How I Conquered My 'Runner's Knee' Pain

We must often look at muscles either further up or further down the leg to solve our knee pain.

Every day millions of people suffer from knee pain.

Some know the cause of their pain, and others do not. I was recently afflicted with knee pain that seemingly came out of nowhere. I was able to identify and address this pain through some select methods, and the purpose of this article is to recount my experience and share how I was able to treat my knee pain. I'm a Certified Strength and Conditioning Specialist and a USA Weightlifting Level 1 coach, but I'm not a physician or a doctor. While the methods I utilized are generally considered safe, I'm not a medical professional. With that in mind, here's how I was able to combat my runner's knee pain, in hopes that my story my help you.

What is Patellofemoral Pain Syndrome?

According to the Mayo Clinic, Patellofemoral Pain Syndrome is pain in the front of your knee, around the kneecap. It's also referred to as runner's knee. The pain usually increases when you run, walk up or down stairs, sit for long periods, or squat. I did not suffer any trauma or have anything acute happen to my knee, so my pain was either coming from overuse or a muscle imbalance/weakness.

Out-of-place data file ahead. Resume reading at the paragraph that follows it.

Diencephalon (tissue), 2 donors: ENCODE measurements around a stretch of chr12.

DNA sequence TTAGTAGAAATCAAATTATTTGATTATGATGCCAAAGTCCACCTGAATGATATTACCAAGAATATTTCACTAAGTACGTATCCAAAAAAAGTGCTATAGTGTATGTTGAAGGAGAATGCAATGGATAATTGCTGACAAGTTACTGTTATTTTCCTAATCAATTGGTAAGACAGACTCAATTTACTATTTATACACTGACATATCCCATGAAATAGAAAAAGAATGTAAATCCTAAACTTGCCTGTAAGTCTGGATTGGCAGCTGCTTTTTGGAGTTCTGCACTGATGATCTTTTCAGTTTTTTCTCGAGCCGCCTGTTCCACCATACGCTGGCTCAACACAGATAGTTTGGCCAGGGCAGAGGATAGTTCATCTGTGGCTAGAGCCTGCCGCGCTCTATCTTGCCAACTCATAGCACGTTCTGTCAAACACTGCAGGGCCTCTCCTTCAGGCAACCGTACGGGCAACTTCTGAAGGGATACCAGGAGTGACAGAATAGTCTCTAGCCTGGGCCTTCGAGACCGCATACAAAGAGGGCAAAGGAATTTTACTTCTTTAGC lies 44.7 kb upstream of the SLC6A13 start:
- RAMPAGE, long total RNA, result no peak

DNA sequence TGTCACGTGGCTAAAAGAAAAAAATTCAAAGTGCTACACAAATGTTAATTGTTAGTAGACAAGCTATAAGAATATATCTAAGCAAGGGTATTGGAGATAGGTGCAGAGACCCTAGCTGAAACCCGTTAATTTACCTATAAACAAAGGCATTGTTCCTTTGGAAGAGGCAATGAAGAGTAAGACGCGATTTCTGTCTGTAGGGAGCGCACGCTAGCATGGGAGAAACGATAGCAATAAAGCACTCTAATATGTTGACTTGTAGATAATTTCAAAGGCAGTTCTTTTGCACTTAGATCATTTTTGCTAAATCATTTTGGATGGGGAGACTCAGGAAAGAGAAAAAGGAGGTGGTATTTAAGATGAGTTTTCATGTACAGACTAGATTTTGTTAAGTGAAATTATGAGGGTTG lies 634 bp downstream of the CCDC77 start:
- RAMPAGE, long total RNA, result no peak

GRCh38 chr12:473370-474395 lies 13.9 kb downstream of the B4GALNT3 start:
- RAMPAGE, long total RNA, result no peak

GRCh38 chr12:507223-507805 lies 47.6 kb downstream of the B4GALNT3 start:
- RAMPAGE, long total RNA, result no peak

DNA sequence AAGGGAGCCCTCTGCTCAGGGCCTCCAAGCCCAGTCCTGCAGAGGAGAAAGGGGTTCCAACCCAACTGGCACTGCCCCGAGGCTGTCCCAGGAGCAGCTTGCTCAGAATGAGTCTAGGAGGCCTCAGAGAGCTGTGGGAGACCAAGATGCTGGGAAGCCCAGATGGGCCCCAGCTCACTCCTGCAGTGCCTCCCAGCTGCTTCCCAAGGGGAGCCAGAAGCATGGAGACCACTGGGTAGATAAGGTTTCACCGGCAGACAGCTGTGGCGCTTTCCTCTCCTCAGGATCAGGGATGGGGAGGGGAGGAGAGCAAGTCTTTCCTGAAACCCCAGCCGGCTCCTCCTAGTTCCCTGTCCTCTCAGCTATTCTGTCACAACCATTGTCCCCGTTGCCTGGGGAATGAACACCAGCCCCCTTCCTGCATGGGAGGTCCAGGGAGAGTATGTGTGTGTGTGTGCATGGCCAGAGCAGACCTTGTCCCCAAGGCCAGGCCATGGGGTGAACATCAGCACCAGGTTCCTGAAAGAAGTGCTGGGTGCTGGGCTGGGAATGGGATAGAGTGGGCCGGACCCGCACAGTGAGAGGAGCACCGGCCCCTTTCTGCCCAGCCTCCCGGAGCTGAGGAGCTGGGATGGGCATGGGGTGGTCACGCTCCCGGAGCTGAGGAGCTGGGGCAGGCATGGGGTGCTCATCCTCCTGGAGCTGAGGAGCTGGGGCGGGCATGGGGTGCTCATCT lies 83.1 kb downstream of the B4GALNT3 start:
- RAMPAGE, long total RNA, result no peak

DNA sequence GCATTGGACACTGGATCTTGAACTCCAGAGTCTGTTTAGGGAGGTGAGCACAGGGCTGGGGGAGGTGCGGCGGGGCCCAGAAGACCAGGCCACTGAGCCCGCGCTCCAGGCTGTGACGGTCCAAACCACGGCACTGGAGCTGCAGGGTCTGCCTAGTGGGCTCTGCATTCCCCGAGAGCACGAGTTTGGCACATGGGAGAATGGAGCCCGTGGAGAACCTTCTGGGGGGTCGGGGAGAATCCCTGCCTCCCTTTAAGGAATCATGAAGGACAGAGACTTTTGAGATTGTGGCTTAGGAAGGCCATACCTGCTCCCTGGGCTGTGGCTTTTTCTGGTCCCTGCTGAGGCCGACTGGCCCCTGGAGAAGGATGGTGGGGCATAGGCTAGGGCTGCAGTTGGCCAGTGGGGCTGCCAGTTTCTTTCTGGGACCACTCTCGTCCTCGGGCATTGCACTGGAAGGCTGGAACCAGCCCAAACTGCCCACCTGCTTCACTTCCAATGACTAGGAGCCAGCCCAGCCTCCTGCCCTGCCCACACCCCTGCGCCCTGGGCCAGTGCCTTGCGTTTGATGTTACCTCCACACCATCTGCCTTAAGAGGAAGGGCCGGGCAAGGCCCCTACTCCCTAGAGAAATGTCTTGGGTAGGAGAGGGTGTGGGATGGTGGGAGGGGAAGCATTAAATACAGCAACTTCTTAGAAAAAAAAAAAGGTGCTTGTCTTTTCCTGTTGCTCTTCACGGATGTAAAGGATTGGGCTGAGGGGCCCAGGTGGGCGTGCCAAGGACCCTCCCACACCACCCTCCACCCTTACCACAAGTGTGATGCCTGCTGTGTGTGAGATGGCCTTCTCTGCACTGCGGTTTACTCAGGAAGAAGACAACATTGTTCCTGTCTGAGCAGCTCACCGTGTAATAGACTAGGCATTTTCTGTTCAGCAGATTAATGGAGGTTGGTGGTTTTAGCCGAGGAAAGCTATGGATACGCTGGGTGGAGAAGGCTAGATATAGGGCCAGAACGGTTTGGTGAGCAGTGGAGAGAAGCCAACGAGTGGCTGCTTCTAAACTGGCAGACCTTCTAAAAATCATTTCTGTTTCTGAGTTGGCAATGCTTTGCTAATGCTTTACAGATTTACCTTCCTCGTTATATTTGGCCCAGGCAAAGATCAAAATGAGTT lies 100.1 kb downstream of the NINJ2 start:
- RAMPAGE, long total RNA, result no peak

"Patellofemoral pain can occur when the muscles around your hip and knee don't keep your kneecap properly aligned. Inward movement of the knee during a squat has been found to be associated with patellofemoral pain," the Mayo Clinic writes.

My Plan

After resting and staying away from exercises or activities that seemed to cause pain in my knee for a week or so, I went back to training as usual. The pain returned. That helped me deduce that overuse was not the cause, as rest was not helping the issue. Like many people, my knee pain was the result of muscle imbalance or weakness. Once I zeroed in on the cause, I drew up a plan of attack that included self-myofascial release, stretching, muscle activation and a re-designed training routine.

Self-Myofascial Release